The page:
Irrigating Deserts

“What!?!  I love you guys!!”

The seniors were clustered together in the shadow of the Basilica of Santa Croce, and the local guide in Florence, Italy, could not contain his enthusiasm for our students.  I was afraid he might hug me.

What would be so amazing that a total stranger in a city 5,000 miles away would profess his love so openly for our students?  Simply this: our students were the guide’s first group ever who not only knew who Dante was but had read The Divine Comedy, and our seniors were interested in learning more about Dante and seeing the site of his home.

IMG_0632As our guide in Florence this year made clear, literacy, intellectual curiosity, and a refined aesthetic are exceedingly rare qualities in modern teenagers. It was the kind of comment I have heard from guides countless times now.

For example, our tour director, the guy who spends two solid weeks with our group leading us around Europe — a brilliant Englishman who has been leading student tours for 25 years, is a dual citizen in France and England, and speaks 3 languages fluently — has given up doing student tours with the exception of two schools: a private, catholic school from Nebraska and The Ambrose School. He refuses to lead other student tours simply because he grew tired and exasperated from dealing with apathetic and ignorant teenagers who could not stand to have Michelangelo’s Pieta or Brunelleschi’s Duomo come between them and their Wi-Fi.


We have had a London guide, accustomed to American students, apologize that our group might be bored to tears while touring through Westminister Abbey, only to be shocked when our students were excited to  see Wilberforce’s tomb and Poets Corner.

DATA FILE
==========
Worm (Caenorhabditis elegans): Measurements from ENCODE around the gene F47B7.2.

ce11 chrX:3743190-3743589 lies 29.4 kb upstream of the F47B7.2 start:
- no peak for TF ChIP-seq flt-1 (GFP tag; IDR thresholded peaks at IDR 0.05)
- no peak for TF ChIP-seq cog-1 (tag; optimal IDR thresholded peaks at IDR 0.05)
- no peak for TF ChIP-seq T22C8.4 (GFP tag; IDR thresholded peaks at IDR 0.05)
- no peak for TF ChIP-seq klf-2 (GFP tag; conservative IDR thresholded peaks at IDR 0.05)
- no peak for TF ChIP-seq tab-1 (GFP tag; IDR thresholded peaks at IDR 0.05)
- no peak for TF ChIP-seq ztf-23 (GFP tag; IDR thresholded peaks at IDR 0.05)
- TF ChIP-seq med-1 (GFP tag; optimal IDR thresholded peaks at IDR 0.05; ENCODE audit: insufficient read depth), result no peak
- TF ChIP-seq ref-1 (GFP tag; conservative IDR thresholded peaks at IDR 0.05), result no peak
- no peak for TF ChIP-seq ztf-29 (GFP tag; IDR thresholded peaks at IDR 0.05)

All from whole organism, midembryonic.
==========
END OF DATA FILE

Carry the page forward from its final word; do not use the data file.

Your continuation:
I have seen a Rome guide joke that he took it as a personal challenge to find stories or bits of information that our students did not already know, and then rejoice when at last he found something.

Our Paris guide found our students so warm and engaging that she jumped in and joined them as they sang a beautiful rendition of the Les Champs-Elysees while driving down the actual Champs-Elysees in the rain.


IMG_0564Our students affections are dramatically different than most teenagers, and it is never more apparent than when we are out on tour with people who have made a career out of working with young people. The local guides quickly recognize in our students something rare and refreshing: our students appreciate and feel inspired by good and beautiful things whenever they encounter them.